In a guest blog, Éloïse Ruby, master’s student at Leiden University and intern at the Koninklijke Bibliotheek, describes the process of analysing and describing medieval manuscript fragments.
Taken all together, these fragments create a fascinating overview of the types of texts, scripts and decoration popular in Europe in the Middle Ages. They are a treasure trove of data and information waiting to be studied in more detail.
My task as an intern is to date, localise and describe fragments for the library’s catalogue. In order to do this, I quickly learnt to approach the fragments in a systematic way in order to focus my efforts. I also put together an ever-growing list of dateable features to help me extract as much information as possible from my observations.
Next, I look at the fragment’s script. I write down my observations on the shape and aspect of key letters and abbreviation symbols that can help me date and localise it. For each letter, I refer to my list of dateable features. Gradually I reach a conclusion on the time and place in which the manuscript to which the fragment once belonged was created.
My last step is to compare the fragment to the plates in books such as the many volumes of the Catalogue de Manuscrits Datés, J. P. Gumbert’s Illustrated Inventory of Medieval Manuscripts in the Netherlands, S. Harrison Thomson’s Latin Bookhands of the Later Middle Ages, or Albert Derolez’ Palaeography of Gothic Manuscript Books. In this way, I check my conclusion’s accuracy.
Once I have a satisfactory transcription, I begin to look for the text on Google, using the most promising phrases as search terms. This is the longest step, as it is often fraught with dead ends. Most of the time, it does eventually yield a number of results and allows me to identify the text itself, a similar text, or the text of which the fragment is a commentary. Google Books has digitised many late medieval printed books and this makes it an invaluable tool when it comes to identifying fragments.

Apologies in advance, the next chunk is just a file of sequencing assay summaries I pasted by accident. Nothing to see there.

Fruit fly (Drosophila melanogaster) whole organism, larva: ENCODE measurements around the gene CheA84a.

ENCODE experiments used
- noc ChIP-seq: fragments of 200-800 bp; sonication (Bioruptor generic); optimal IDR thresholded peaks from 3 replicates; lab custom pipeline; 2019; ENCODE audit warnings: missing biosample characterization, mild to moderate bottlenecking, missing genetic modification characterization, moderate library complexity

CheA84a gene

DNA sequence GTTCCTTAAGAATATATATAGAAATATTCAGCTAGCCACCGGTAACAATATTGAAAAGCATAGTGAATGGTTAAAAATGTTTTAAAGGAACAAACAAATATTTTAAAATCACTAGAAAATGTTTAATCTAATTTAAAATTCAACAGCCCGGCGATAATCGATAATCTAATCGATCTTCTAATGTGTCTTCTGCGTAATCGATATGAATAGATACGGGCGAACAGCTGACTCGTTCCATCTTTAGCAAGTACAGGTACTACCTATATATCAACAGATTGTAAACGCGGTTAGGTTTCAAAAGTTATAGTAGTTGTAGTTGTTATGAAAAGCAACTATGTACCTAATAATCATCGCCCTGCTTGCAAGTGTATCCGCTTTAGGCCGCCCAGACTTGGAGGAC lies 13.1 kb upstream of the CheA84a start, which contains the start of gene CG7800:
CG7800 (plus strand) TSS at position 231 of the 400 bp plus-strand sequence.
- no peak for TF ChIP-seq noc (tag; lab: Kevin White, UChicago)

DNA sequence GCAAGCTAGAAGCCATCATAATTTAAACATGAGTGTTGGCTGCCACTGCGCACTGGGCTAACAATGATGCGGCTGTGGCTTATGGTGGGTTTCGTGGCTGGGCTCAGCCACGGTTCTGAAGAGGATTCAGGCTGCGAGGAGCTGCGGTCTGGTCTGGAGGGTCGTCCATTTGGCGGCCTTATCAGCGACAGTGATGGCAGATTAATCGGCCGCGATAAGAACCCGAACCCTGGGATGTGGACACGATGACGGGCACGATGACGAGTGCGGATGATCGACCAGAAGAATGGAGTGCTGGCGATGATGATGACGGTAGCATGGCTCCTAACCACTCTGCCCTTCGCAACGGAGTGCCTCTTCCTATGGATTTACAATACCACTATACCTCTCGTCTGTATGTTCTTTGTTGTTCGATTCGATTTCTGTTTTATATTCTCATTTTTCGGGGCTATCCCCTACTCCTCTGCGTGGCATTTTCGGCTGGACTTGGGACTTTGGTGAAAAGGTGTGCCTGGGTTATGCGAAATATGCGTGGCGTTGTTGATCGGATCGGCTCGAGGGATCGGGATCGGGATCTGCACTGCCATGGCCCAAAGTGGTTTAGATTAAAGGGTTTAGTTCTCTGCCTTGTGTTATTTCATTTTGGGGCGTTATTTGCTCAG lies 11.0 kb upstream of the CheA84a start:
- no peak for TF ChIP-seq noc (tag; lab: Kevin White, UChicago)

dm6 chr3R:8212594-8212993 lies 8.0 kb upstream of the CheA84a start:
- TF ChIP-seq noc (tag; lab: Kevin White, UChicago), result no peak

Despite my best efforts, some of the fragments I have worked with in the last few months have remained unidentified. When studying fragments, there is a limited amount of text available to help you reach your conclusions. Sometimes, it is not enough (Fig. 4). And while Google is a very practical search platform, it still has limits of its own, and cannot help identify the more obscure texts. I have often been very frustrated with this, and questions such as: “what if I had more than this? ”, “what if I could read that faded or damaged part of the page? ” and “what if the bookbinder hadn’t cut right through the middle of that column?” have been recurrent.